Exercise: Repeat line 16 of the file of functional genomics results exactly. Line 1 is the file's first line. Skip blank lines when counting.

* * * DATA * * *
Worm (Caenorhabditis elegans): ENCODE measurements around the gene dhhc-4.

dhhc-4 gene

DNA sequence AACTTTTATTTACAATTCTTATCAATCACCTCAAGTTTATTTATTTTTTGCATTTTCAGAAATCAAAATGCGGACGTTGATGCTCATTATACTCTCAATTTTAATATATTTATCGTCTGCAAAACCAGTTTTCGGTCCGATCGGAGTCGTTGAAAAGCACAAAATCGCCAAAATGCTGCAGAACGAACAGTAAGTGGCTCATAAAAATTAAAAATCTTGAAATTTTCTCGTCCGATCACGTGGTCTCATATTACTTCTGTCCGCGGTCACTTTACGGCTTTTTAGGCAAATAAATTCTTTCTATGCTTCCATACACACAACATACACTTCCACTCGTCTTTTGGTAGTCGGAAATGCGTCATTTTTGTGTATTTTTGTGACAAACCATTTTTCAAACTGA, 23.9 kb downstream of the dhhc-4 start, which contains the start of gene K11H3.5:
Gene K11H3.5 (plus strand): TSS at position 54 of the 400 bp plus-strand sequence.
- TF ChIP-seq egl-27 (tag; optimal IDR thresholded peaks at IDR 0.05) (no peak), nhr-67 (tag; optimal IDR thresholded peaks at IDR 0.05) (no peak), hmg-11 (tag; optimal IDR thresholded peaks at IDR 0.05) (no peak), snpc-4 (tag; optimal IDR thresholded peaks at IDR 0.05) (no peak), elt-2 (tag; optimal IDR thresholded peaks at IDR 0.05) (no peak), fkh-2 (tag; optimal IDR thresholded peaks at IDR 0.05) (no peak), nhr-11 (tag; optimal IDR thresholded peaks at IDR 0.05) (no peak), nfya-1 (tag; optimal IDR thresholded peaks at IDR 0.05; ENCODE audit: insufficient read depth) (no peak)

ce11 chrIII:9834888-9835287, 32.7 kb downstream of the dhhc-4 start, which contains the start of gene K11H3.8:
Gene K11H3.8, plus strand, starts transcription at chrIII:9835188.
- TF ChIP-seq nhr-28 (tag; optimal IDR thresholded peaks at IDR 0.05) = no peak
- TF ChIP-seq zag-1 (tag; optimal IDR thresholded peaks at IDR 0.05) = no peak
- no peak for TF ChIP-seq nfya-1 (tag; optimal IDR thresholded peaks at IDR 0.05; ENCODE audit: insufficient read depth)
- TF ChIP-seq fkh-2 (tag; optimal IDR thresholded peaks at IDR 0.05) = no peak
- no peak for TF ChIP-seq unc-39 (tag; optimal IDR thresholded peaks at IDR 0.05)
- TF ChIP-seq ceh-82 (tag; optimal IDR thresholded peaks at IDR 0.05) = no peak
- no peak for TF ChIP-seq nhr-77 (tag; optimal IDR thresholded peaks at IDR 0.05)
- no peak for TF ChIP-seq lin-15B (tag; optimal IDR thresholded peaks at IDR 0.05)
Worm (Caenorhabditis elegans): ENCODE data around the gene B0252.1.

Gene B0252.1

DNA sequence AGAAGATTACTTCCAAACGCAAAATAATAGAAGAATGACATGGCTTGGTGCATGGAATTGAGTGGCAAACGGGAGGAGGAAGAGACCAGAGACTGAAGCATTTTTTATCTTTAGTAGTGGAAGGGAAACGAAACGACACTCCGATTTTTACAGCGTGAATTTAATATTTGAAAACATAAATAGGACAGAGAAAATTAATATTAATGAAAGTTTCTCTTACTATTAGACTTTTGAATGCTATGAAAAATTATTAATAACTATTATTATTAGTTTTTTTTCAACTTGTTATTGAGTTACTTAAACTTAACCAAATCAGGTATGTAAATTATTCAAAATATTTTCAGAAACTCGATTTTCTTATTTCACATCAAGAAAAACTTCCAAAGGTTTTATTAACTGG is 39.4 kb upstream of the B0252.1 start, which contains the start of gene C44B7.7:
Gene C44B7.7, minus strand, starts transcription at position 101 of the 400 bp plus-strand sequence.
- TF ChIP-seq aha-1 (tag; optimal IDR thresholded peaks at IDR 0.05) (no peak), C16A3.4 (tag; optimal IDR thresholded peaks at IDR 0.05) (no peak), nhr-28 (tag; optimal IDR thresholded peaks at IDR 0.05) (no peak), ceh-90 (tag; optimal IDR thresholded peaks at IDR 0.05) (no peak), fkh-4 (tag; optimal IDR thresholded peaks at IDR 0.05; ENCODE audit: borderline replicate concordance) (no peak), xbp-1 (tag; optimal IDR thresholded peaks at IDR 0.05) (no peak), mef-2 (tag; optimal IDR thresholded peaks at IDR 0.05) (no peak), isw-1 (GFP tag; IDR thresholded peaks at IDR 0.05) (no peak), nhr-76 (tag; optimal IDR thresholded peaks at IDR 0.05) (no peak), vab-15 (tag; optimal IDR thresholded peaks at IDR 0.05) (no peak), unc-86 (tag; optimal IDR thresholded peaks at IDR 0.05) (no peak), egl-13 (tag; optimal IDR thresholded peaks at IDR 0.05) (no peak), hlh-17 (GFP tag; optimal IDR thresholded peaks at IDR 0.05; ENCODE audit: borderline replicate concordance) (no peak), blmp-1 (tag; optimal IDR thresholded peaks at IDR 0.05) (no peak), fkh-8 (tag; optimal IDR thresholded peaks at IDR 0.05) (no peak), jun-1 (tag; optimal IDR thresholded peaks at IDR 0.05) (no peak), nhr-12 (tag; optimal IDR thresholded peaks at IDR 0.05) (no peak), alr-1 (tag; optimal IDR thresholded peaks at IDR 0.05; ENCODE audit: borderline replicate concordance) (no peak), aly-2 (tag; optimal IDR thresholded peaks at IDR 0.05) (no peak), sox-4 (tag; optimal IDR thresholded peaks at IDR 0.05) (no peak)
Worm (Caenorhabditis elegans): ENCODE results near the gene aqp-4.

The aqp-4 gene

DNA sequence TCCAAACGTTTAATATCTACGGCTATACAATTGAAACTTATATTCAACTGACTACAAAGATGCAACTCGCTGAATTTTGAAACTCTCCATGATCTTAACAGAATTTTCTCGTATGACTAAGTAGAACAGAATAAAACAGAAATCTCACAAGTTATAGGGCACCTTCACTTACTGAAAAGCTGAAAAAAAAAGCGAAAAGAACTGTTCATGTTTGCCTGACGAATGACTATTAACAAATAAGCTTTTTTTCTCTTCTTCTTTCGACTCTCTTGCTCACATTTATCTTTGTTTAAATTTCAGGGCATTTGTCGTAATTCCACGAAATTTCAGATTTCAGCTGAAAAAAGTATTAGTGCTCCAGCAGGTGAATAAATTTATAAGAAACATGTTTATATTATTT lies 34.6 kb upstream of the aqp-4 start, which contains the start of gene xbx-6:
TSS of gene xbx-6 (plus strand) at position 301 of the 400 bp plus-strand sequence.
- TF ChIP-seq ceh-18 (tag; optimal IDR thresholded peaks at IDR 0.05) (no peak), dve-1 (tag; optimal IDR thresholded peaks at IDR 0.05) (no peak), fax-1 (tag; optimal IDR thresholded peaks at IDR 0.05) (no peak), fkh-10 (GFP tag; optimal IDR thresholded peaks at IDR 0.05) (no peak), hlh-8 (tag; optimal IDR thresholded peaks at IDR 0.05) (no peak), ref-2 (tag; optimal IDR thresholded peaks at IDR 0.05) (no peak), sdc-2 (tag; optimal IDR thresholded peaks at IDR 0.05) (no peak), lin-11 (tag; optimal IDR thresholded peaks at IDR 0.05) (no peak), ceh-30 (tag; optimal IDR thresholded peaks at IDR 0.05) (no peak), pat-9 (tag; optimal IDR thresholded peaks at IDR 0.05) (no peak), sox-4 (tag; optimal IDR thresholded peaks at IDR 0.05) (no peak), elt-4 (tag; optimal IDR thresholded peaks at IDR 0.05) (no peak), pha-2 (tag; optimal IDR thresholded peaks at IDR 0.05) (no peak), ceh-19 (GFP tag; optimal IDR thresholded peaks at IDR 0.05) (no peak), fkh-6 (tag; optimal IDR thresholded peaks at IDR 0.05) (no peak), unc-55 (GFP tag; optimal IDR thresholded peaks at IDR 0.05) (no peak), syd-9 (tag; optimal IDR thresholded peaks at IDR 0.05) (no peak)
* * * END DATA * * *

Worm (Caenorhabditis elegans): ENCODE data around the gene B0252.1.